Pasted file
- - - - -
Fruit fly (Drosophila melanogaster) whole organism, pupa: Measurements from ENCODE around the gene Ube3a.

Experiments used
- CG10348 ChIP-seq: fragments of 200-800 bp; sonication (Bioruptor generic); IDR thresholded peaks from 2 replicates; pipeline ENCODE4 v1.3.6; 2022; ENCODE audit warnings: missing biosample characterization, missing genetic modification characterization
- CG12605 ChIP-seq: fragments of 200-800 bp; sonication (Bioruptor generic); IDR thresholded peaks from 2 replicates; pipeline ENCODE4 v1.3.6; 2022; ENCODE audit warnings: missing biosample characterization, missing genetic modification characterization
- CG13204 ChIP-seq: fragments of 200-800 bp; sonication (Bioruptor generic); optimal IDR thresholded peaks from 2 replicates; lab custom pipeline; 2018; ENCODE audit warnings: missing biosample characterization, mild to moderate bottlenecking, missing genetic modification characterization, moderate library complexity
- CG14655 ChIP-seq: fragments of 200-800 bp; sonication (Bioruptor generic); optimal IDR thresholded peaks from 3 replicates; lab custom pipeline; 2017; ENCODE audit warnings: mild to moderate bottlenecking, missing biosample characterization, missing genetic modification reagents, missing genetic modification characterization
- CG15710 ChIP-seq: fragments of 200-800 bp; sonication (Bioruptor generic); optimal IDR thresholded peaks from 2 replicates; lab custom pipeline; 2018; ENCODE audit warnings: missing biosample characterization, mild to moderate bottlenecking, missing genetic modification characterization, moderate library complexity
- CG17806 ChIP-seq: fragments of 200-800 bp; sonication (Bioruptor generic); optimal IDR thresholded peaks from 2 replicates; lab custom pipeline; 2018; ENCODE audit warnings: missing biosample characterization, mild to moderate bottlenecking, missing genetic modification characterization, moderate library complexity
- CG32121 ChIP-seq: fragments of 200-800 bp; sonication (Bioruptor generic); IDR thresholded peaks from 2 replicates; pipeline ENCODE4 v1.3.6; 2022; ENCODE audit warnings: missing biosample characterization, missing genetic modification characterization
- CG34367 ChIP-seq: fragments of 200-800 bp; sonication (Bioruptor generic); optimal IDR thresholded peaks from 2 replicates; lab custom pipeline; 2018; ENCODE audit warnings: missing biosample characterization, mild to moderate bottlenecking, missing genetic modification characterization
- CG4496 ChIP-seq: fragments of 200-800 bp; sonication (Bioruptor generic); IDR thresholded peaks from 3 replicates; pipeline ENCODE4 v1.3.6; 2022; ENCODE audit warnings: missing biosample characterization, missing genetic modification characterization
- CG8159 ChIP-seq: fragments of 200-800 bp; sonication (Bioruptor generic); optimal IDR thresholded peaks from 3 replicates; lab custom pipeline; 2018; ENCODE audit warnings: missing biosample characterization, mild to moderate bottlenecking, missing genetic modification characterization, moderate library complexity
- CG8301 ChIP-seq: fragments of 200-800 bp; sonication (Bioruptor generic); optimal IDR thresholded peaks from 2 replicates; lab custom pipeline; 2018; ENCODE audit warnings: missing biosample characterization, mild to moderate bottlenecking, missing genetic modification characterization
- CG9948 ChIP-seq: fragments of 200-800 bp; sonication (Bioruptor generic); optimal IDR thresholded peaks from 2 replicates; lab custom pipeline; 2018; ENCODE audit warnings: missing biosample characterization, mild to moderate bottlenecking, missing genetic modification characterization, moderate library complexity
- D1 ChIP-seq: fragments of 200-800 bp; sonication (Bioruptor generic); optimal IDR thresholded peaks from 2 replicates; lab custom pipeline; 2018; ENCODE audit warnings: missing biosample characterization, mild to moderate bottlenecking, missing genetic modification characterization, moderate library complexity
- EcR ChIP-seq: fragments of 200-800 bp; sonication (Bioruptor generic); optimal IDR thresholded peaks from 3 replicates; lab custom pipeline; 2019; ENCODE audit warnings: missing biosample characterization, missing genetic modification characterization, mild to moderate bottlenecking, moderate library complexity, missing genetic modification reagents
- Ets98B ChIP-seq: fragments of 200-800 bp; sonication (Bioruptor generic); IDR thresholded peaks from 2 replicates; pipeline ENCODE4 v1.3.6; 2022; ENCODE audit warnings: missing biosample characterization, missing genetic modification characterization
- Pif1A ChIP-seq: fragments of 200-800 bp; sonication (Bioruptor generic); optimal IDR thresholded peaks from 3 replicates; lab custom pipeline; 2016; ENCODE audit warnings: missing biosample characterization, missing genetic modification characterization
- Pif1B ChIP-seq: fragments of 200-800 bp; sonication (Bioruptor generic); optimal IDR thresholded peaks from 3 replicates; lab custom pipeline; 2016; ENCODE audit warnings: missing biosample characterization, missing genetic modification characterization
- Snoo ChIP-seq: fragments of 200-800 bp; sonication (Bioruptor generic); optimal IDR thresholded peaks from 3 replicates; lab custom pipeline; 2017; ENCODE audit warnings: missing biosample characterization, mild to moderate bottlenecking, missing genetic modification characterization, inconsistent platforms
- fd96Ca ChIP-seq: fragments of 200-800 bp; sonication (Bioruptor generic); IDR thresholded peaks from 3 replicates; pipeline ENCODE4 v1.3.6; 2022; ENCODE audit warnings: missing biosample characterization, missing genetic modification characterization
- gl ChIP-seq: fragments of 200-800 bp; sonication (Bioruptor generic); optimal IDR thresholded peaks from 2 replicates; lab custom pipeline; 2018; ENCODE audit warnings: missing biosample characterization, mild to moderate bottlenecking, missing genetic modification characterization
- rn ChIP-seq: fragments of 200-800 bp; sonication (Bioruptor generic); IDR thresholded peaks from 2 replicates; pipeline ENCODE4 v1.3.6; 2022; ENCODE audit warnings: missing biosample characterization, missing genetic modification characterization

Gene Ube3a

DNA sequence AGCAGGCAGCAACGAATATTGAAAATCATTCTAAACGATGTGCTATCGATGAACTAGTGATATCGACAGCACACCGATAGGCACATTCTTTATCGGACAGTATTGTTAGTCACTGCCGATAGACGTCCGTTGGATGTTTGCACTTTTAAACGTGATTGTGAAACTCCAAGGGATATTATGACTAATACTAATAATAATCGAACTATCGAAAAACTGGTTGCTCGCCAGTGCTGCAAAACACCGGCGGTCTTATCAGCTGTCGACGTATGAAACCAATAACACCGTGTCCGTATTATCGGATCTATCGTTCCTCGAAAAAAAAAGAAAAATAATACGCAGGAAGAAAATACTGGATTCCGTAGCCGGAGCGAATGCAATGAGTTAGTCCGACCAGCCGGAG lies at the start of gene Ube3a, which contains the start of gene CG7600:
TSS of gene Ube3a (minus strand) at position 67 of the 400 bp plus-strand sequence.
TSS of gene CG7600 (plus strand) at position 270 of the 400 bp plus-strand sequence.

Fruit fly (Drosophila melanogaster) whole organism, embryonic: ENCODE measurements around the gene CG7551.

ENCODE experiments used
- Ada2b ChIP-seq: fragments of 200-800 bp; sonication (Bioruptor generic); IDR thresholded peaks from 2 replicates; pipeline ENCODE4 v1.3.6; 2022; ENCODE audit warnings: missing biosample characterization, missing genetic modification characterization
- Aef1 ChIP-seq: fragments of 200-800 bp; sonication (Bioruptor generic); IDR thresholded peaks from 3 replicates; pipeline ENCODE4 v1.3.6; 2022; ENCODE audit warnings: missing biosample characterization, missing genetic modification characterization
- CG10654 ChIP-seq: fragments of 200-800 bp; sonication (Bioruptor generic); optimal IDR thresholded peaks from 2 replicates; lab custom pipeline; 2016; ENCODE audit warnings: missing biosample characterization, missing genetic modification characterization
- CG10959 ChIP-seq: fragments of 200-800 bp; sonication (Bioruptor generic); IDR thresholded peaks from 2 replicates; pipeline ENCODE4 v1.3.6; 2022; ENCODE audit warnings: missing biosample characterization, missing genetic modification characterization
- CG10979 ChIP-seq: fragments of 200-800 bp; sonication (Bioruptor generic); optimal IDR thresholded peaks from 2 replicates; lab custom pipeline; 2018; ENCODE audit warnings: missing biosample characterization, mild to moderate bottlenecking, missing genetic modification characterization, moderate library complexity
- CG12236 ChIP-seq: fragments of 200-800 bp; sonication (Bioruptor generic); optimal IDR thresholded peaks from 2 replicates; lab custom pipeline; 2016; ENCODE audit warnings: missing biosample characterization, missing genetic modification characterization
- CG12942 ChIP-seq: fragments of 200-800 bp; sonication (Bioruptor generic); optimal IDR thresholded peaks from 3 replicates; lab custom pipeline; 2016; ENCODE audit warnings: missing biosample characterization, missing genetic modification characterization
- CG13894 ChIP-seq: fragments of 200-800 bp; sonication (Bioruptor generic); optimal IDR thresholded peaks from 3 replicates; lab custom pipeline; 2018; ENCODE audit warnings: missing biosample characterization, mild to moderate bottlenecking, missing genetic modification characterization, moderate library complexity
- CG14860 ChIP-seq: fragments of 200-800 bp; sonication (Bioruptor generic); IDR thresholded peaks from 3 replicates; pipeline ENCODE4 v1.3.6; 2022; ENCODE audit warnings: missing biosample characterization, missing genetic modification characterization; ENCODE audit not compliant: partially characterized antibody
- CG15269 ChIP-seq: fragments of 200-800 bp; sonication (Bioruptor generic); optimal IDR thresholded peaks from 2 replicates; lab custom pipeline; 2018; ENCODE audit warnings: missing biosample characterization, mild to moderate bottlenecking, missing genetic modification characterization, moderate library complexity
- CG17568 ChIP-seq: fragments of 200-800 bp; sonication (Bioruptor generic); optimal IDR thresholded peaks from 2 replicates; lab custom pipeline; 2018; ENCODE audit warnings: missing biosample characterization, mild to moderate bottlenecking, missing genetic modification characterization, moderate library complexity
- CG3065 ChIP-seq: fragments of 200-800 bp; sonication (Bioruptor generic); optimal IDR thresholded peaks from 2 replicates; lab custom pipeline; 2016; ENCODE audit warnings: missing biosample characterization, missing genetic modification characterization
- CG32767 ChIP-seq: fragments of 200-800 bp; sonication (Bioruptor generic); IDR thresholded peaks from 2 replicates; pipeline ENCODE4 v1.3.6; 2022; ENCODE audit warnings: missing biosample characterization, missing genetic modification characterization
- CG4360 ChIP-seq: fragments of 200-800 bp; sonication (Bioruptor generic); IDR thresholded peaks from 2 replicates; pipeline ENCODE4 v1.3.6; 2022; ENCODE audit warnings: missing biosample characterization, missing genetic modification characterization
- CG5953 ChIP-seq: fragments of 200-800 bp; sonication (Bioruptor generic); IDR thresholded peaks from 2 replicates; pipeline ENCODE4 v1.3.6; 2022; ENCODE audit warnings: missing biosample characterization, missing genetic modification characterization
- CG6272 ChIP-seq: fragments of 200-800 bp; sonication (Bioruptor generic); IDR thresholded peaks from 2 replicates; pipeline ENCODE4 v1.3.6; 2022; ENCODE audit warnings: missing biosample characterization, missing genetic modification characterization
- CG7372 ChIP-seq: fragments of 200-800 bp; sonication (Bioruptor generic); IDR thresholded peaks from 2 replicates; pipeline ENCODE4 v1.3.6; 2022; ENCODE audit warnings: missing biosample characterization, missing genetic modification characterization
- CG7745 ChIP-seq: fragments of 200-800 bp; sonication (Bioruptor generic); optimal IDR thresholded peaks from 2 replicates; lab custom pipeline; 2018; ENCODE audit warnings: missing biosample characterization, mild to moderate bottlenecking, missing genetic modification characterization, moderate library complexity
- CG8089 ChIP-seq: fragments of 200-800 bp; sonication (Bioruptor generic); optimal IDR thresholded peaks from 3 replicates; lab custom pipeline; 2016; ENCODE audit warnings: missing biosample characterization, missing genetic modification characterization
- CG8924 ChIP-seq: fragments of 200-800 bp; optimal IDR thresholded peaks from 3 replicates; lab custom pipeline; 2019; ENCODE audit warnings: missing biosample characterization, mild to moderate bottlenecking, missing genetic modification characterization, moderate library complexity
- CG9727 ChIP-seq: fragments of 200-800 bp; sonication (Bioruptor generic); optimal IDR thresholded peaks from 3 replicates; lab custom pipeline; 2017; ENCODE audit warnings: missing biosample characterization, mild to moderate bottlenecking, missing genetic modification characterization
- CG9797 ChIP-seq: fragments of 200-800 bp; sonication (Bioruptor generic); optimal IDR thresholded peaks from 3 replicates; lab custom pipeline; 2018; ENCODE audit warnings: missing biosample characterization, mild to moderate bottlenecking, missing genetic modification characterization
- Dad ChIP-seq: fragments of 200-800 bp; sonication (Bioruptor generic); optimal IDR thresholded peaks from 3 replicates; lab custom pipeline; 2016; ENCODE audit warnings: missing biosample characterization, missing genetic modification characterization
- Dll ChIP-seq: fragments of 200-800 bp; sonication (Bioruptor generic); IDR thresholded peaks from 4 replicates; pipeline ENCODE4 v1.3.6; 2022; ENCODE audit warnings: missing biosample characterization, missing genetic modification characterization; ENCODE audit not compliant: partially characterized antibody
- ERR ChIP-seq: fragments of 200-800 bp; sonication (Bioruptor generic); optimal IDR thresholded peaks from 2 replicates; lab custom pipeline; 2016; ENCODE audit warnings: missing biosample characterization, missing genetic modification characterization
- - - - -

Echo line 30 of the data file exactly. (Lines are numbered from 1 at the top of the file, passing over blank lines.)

- Ada2b ChIP-seq: fragments of 200-800 bp; sonication (Bioruptor generic); IDR thresholded peaks from 2 replicates; pipeline ENCODE4 v1.3.6; 2022; ENCODE audit warnings: missing biosample characterization, missing genetic modification characterization